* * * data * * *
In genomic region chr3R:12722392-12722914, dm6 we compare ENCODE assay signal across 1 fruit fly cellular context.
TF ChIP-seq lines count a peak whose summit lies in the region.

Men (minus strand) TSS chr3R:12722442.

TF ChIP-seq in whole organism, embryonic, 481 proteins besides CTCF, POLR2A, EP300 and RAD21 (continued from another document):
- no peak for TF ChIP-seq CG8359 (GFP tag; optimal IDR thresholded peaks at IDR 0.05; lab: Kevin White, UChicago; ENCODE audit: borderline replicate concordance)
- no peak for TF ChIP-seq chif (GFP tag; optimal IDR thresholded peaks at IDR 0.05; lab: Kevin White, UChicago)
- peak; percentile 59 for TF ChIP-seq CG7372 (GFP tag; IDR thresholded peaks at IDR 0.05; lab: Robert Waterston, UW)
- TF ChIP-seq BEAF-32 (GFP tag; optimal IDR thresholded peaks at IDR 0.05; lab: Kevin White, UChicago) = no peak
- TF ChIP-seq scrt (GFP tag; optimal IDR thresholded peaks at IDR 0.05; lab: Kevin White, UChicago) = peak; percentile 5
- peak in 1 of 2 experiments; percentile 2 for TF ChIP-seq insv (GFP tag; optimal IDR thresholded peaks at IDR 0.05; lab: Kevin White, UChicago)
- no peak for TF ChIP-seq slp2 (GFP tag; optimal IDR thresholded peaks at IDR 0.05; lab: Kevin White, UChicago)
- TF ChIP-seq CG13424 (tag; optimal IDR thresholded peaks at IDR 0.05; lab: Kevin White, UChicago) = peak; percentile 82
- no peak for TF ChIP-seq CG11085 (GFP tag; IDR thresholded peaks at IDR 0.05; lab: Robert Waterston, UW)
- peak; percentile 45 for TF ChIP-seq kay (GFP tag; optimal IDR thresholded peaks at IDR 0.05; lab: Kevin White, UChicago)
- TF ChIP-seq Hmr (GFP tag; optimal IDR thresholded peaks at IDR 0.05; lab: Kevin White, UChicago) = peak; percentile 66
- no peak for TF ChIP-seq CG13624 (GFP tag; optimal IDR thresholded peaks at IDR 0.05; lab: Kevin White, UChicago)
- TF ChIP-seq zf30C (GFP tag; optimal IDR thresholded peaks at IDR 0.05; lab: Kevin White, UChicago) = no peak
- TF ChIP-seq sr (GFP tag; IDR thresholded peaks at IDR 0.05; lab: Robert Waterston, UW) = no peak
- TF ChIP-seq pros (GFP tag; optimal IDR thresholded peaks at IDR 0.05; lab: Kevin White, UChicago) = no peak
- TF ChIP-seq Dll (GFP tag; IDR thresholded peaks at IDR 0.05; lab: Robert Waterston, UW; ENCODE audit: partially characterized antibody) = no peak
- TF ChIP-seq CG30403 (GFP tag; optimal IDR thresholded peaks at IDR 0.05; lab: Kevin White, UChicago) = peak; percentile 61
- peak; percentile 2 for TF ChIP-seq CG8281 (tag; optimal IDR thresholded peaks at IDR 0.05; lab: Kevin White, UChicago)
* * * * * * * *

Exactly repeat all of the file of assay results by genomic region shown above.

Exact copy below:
In genomic region chr3R:12722392-12722914, dm6 we compare ENCODE assay signal across 1 fruit fly cellular context.
TF ChIP-seq lines count a peak whose summit lies in the region.

Men (minus strand) TSS chr3R:12722442.

TF ChIP-seq in whole organism, embryonic, 481 proteins besides CTCF, POLR2A, EP300 and RAD21 (continued from another document):
- no peak for TF ChIP-seq CG8359 (GFP tag; optimal IDR thresholded peaks at IDR 0.05; lab: Kevin White, UChicago; ENCODE audit: borderline replicate concordance)
- no peak for TF ChIP-seq chif (GFP tag; optimal IDR thresholded peaks at IDR 0.05; lab: Kevin White, UChicago)
- peak; percentile 59 for TF ChIP-seq CG7372 (GFP tag; IDR thresholded peaks at IDR 0.05; lab: Robert Waterston, UW)
- TF ChIP-seq BEAF-32 (GFP tag; optimal IDR thresholded peaks at IDR 0.05; lab: Kevin White, UChicago) = no peak
- TF ChIP-seq scrt (GFP tag; optimal IDR thresholded peaks at IDR 0.05; lab: Kevin White, UChicago) = peak; percentile 5
- peak in 1 of 2 experiments; percentile 2 for TF ChIP-seq insv (GFP tag; optimal IDR thresholded peaks at IDR 0.05; lab: Kevin White, UChicago)
- no peak for TF ChIP-seq slp2 (GFP tag; optimal IDR thresholded peaks at IDR 0.05; lab: Kevin White, UChicago)
- TF ChIP-seq CG13424 (tag; optimal IDR thresholded peaks at IDR 0.05; lab: Kevin White, UChicago) = peak; percentile 82
- no peak for TF ChIP-seq CG11085 (GFP tag; IDR thresholded peaks at IDR 0.05; lab: Robert Waterston, UW)
- peak; percentile 45 for TF ChIP-seq kay (GFP tag; optimal IDR thresholded peaks at IDR 0.05; lab: Kevin White, UChicago)
- TF ChIP-seq Hmr (GFP tag; optimal IDR thresholded peaks at IDR 0.05; lab: Kevin White, UChicago) = peak; percentile 66
- no peak for TF ChIP-seq CG13624 (GFP tag; optimal IDR thresholded peaks at IDR 0.05; lab: Kevin White, UChicago)
- TF ChIP-seq zf30C (GFP tag; optimal IDR thresholded peaks at IDR 0.05; lab: Kevin White, UChicago) = no peak
- TF ChIP-seq sr (GFP tag; IDR thresholded peaks at IDR 0.05; lab: Robert Waterston, UW) = no peak
- TF ChIP-seq pros (GFP tag; optimal IDR thresholded peaks at IDR 0.05; lab: Kevin White, UChicago) = no peak
- TF ChIP-seq Dll (GFP tag; IDR thresholded peaks at IDR 0.05; lab: Robert Waterston, UW; ENCODE audit: partially characterized antibody) = no peak
- TF ChIP-seq CG30403 (GFP tag; optimal IDR thresholded peaks at IDR 0.05; lab: Kevin White, UChicago) = peak; percentile 61
- peak; percentile 2 for TF ChIP-seq CG8281 (tag; optimal IDR thresholded peaks at IDR 0.05; lab: Kevin White, UChicago)